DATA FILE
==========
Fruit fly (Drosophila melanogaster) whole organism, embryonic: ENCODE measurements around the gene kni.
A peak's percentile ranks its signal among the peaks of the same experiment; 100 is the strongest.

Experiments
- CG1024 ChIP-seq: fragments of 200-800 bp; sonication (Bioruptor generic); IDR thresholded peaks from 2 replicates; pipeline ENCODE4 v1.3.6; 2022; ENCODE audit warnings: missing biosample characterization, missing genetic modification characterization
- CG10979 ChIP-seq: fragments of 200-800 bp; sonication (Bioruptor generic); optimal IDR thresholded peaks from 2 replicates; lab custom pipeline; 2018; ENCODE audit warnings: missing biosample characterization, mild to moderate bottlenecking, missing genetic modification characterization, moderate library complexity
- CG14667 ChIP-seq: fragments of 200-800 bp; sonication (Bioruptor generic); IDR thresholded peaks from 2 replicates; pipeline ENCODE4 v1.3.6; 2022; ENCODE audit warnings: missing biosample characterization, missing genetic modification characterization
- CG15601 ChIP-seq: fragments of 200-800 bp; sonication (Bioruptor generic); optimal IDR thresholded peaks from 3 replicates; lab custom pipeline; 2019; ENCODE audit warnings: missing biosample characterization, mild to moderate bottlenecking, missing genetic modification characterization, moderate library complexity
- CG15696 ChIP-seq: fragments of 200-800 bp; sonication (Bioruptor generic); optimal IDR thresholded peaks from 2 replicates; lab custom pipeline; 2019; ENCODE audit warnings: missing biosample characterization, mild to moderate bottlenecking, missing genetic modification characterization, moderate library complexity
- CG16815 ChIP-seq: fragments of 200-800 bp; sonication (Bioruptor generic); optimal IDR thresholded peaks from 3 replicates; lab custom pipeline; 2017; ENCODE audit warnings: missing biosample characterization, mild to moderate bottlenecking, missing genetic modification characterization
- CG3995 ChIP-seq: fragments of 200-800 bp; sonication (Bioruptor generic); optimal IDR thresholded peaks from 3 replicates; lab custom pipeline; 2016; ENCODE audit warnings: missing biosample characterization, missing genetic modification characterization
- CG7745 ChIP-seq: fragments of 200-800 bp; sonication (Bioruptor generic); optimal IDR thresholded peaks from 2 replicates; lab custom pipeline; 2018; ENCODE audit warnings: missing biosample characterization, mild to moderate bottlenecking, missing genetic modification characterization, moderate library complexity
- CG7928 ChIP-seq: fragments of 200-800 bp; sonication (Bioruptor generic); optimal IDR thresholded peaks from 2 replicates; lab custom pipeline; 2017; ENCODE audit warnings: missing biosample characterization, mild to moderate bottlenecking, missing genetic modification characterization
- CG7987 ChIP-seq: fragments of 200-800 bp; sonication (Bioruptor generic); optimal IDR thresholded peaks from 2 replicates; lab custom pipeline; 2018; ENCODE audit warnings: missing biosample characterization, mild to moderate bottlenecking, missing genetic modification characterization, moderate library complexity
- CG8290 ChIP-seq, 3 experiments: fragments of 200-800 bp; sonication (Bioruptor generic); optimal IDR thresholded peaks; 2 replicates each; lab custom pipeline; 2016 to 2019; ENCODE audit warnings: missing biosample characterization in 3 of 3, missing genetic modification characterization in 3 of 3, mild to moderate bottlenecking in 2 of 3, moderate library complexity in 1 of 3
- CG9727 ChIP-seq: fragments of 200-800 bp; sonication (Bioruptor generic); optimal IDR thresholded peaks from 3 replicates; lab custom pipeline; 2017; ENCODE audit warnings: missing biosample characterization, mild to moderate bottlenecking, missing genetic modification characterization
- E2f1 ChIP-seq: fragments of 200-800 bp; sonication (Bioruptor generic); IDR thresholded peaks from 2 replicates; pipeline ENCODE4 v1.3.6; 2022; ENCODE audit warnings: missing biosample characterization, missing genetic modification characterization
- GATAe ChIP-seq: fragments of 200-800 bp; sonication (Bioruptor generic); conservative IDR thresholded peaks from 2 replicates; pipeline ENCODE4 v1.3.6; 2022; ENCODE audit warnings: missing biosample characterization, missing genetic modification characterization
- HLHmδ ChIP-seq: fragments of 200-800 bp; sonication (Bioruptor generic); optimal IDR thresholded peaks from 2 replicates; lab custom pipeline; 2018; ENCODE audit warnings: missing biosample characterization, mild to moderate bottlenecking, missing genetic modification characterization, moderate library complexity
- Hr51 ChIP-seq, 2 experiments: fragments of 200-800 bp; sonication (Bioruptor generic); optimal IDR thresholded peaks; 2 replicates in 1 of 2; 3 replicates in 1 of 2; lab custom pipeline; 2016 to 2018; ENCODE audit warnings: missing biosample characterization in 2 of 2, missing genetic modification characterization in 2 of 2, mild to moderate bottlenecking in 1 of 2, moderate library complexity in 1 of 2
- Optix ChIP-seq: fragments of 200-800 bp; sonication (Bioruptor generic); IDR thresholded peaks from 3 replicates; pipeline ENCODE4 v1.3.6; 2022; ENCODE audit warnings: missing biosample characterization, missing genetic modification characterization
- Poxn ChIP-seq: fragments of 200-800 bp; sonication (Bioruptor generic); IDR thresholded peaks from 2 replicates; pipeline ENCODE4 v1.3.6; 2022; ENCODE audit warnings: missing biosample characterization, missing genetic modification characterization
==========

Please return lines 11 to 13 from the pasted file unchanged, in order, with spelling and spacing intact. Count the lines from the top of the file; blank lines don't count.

- CG7745 ChIP-seq: fragments of 200-800 bp; sonication (Bioruptor generic); optimal IDR thresholded peaks from 2 replicates; lab custom pipeline; 2018; ENCODE audit warnings: missing biosample characterization, mild to moderate bottlenecking, missing genetic modification characterization, moderate library complexity
- CG7928 ChIP-seq: fragments of 200-800 bp; sonication (Bioruptor generic); optimal IDR thresholded peaks from 2 replicates; lab custom pipeline; 2017; ENCODE audit warnings: missing biosample characterization, mild to moderate bottlenecking, missing genetic modification characterization
- CG7987 ChIP-seq: fragments of 200-800 bp; sonication (Bioruptor generic); optimal IDR thresholded peaks from 2 replicates; lab custom pipeline; 2018; ENCODE audit warnings: missing biosample characterization, mild to moderate bottlenecking, missing genetic modification characterization, moderate library complexity